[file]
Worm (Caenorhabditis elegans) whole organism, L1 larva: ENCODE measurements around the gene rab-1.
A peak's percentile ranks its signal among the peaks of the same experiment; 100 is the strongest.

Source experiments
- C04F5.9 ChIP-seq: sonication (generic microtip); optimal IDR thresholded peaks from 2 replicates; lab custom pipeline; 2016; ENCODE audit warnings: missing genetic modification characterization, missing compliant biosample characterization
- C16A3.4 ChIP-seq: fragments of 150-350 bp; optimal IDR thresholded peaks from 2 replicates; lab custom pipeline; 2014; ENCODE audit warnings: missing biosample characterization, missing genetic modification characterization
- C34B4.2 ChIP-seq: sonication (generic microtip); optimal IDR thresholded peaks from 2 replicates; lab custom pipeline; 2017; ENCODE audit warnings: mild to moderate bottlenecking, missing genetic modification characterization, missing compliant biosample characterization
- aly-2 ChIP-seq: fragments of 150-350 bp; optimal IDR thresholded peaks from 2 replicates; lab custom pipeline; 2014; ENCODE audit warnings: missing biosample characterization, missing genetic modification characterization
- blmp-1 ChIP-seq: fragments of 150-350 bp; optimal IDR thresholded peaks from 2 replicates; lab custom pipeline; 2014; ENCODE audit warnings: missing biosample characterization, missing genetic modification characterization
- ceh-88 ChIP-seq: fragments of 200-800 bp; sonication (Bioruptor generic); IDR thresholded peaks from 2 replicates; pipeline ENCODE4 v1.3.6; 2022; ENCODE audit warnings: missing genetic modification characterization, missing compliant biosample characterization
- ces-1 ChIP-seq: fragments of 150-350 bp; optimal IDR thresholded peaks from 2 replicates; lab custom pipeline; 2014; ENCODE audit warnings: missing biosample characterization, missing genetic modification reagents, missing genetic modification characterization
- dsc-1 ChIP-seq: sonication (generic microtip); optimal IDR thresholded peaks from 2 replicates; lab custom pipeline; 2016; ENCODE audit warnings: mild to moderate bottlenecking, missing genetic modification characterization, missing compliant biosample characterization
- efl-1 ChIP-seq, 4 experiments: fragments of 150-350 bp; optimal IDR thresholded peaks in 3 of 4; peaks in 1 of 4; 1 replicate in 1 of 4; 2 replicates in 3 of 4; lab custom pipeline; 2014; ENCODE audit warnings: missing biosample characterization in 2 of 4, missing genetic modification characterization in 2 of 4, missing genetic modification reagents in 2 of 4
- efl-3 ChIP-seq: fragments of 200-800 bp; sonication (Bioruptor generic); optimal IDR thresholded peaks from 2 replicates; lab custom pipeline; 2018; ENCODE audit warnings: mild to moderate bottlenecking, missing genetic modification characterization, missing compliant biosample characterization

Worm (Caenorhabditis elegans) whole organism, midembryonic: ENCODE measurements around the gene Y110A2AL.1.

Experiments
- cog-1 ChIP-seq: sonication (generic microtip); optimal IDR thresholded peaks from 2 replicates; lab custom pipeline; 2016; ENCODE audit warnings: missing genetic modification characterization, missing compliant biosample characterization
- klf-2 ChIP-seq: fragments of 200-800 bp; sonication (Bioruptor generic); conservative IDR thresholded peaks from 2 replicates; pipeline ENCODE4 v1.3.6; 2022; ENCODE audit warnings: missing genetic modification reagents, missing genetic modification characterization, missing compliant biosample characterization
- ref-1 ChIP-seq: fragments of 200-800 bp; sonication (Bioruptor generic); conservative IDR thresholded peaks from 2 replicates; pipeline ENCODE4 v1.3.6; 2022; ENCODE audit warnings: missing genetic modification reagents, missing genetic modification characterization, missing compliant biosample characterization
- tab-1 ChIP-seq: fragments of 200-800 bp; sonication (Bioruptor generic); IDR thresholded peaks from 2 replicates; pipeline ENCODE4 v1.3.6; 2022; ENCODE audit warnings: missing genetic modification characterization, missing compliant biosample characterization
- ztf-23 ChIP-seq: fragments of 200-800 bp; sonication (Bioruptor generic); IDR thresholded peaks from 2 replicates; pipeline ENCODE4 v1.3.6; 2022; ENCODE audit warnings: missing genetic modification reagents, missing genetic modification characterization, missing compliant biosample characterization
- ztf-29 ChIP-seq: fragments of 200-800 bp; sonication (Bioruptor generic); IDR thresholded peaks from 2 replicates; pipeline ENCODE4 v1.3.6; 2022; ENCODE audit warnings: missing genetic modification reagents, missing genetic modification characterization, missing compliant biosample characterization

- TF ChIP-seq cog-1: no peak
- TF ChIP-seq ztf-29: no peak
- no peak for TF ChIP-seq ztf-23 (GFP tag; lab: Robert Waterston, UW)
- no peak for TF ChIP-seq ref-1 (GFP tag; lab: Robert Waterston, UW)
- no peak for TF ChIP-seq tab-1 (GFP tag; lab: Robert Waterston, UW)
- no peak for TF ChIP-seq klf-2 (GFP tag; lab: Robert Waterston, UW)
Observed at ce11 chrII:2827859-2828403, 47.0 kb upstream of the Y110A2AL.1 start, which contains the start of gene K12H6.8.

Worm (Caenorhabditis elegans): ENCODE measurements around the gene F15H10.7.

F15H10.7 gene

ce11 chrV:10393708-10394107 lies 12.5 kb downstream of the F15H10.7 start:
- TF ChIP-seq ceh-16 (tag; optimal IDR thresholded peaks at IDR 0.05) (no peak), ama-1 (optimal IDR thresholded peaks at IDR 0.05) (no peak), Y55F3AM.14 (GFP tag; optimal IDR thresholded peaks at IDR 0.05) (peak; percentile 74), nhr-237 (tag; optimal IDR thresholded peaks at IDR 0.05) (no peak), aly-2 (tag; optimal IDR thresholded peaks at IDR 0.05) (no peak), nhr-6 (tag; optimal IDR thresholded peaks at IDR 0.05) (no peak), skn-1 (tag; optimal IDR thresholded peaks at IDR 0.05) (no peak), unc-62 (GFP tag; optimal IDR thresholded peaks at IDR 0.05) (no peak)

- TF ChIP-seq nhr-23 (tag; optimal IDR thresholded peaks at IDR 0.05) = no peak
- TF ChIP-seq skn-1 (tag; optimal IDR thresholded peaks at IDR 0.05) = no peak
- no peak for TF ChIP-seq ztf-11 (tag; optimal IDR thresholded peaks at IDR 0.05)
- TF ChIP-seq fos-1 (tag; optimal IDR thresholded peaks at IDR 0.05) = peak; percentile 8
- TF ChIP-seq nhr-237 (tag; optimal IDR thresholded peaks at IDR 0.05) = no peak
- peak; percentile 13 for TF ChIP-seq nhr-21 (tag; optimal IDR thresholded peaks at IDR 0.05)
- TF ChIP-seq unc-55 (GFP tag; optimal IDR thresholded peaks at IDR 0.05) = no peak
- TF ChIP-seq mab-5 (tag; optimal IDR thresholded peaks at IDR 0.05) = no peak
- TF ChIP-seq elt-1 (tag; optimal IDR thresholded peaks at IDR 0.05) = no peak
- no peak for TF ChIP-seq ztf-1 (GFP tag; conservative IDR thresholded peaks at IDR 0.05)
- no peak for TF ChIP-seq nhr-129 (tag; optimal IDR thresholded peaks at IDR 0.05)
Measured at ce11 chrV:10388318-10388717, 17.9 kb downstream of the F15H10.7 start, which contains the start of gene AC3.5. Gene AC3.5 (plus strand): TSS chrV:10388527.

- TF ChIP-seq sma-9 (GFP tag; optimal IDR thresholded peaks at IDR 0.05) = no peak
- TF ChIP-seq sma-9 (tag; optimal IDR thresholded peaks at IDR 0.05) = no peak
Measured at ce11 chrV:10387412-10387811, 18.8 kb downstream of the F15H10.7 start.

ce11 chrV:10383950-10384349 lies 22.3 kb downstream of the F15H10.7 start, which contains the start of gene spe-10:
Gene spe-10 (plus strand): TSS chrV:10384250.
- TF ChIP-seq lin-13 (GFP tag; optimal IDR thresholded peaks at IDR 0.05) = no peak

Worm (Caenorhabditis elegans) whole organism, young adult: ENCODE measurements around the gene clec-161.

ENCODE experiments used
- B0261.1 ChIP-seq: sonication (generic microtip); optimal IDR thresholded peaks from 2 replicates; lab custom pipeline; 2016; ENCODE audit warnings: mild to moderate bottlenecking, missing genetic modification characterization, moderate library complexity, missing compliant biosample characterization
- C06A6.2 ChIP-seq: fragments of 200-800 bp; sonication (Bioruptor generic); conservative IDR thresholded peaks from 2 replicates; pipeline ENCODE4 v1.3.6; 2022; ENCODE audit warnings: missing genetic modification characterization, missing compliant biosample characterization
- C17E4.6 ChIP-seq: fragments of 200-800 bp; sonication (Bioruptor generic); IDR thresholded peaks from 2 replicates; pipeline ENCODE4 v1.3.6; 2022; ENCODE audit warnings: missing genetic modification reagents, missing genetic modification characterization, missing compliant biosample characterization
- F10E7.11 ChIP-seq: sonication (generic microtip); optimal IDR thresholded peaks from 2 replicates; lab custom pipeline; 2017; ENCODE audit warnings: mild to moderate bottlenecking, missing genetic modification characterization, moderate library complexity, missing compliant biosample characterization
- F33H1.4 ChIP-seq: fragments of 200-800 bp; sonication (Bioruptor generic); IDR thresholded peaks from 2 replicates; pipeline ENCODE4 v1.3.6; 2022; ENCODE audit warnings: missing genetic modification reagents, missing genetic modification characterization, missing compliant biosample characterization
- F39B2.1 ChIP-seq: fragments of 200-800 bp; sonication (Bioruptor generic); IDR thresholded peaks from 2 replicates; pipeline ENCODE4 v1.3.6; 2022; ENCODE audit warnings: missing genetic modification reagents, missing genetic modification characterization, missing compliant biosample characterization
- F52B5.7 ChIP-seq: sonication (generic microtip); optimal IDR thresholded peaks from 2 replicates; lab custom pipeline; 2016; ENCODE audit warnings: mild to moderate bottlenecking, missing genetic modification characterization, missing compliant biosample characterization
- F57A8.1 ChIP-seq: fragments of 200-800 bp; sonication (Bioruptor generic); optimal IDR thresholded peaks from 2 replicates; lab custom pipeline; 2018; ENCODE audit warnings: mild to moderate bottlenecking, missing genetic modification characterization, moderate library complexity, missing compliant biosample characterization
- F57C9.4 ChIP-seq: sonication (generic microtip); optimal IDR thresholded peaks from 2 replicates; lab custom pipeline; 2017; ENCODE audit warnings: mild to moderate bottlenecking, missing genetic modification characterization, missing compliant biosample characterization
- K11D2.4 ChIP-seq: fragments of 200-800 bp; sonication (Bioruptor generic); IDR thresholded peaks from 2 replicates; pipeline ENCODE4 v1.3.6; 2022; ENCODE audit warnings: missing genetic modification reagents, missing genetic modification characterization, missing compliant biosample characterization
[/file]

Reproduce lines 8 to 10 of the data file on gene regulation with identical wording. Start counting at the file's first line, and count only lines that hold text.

- blmp-1 ChIP-seq: fragments of 150-350 bp; optimal IDR thresholded peaks from 2 replicates; lab custom pipeline; 2014; ENCODE audit warnings: missing biosample characterization, missing genetic modification characterization
- ceh-88 ChIP-seq: fragments of 200-800 bp; sonication (Bioruptor generic); IDR thresholded peaks from 2 replicates; pipeline ENCODE4 v1.3.6; 2022; ENCODE audit warnings: missing genetic modification characterization, missing compliant biosample characterization
- ces-1 ChIP-seq: fragments of 150-350 bp; optimal IDR thresholded peaks from 2 replicates; lab custom pipeline; 2014; ENCODE audit warnings: missing biosample characterization, missing genetic modification reagents, missing genetic modification characterization